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Title: Endogenous nitric oxide production in airways of patients with cystic fibrosis
Author: Ho, Ling-Pei
Awarding Body: University of Glasgow
Current Institution: University of Glasgow
Date of Award: 1999
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Nitric oxide (NO) is a highly reactive molecule with physiological and pathological roles in the airways. This thesis first investigated the production of NO in the airways of cystic fibrosis patients compared to normal and asthmatic subjects after validating a method to measure this which excluded known confounding factors. The first finding was that exhaled NO, against expectation were not increased in cystic fibrosis patients, even during infective exacerbations. I hypothesised that this could be due to lack of detection of NO (secondary to removal of NO by reaction with other reactive molecules and/or impedance of diffusion of this gaseous molecule into the airway) or lack of production (secondary to decreased expression of nitric oxide synthase II (NOS II), the gene thought to be responsible for NO production within an inflammatory setting). The thesis thus explored these possibilities by investigating a) exhaled NO levels in patients with bronchiectasis, a group of patients with similar suppurative airway disease to cystic fibrosis b) breath condensate levels of hydrogen peroxide, another highly reactive volatile molecule in cystic fibrosis patients compared to normal subjects c) expression of NOS II in cystic fibrosis and nominal primary epithelial cells and epithelial cell lines at baseline and in response to pro inflammatory stimuli and d) nitrite levels in breath condensate of CF patients. In order to perform the above, methods for measuring hydrogen peroxide and nitrite in breath condensate were developed. The correlation between the levels of these molecules and lung function and circulating leucocytes were also determined. The thesis found that like exhaled gaseous NO, hydrogen peroxide levels were not elevated in exhaled air of patients with CF. However nitrite levels were increased and this correlated with the levels of circulating leucocytes. The expression of NOS II were normal in primary cystic fibrosis epithelial cells and epithelial cell lines in vitro. Therefore, it is concluded that exhaled NO is not helpful as a marker of airways inflammation in chronic suppurative airway diseases of cystic fibrosis and bronchiectasis. This is likely to be due to lack of detection rather than production of NO from the epithelium. Breath condensate nitrite levels may be a more useful tool for measuring airways inflammation in these conditions and further developments in this area are suggested.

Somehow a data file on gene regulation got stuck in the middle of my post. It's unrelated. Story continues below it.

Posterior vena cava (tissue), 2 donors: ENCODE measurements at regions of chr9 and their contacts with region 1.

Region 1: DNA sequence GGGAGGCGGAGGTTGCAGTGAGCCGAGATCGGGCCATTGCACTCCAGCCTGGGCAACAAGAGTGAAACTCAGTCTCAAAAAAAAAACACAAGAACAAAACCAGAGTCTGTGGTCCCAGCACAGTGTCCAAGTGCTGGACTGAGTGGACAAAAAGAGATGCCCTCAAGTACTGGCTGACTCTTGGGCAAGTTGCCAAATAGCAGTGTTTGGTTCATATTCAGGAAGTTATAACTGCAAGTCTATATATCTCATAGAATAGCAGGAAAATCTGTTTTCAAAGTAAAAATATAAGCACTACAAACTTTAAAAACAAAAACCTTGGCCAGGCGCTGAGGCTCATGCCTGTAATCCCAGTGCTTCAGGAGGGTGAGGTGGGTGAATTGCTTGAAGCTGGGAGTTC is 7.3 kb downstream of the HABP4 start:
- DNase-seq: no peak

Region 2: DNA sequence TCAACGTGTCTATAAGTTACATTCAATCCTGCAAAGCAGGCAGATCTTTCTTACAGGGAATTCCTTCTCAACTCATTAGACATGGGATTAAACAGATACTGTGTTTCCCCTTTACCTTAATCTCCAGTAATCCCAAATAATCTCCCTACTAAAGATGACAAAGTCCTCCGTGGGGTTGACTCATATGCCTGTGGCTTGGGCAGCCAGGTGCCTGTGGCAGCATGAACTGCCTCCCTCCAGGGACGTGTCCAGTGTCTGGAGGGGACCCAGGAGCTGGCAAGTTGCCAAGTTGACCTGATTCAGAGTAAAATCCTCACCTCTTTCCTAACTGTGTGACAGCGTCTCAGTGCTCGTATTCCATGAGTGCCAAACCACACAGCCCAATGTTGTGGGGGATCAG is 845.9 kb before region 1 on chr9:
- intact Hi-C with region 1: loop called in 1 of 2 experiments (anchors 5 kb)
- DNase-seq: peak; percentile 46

Supervisor: Not available Sponsor: Not available
Qualification Name: Thesis (M.D.) Qualification Level: Doctoral